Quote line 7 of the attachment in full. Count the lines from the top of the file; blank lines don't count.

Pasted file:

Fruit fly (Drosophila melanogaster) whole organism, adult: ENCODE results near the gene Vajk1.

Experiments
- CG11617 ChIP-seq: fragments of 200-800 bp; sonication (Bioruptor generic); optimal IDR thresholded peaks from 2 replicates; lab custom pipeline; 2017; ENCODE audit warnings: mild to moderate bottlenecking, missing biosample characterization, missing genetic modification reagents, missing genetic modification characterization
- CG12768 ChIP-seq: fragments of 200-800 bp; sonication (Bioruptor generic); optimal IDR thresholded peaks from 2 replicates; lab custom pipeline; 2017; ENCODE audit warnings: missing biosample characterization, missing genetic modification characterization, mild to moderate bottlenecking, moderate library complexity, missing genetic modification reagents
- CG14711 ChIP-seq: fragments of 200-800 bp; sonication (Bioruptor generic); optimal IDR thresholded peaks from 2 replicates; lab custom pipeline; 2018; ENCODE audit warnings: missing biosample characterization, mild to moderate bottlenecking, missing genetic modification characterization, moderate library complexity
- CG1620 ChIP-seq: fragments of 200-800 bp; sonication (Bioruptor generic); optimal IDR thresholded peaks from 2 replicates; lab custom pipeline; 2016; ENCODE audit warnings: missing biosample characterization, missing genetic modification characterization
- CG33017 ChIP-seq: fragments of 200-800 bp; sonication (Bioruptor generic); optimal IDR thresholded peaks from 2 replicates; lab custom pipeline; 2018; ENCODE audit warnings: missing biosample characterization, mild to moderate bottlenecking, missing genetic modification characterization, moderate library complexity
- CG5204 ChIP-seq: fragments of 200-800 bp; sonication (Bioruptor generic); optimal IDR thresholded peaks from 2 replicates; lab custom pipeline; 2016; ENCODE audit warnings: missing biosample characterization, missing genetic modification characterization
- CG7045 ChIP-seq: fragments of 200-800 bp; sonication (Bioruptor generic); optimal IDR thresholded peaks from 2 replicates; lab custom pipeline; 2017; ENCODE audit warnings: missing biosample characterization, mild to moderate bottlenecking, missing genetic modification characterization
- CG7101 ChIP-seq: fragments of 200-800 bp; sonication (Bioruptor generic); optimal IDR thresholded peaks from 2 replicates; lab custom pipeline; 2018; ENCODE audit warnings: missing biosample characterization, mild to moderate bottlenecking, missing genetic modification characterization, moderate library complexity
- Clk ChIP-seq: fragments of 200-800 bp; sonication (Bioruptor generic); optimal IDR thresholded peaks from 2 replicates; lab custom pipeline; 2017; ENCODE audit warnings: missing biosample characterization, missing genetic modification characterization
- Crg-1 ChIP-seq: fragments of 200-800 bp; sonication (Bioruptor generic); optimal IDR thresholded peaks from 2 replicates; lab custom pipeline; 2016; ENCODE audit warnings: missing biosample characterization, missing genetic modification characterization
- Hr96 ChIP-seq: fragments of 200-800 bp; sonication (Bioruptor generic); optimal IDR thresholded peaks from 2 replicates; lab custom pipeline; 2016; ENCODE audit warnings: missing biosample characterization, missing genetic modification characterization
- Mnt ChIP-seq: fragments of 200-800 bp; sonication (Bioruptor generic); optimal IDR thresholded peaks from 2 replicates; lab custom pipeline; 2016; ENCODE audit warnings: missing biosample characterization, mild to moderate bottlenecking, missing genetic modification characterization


- CG33017 ChIP-seq: fragments of 200-800 bp; sonication (Bioruptor generic); optimal IDR thresholded peaks from 2 replicates; lab custom pipeline; 2018; ENCODE audit warnings: missing biosample characterization, mild to moderate bottlenecking, missing genetic modification characterization, moderate library complexity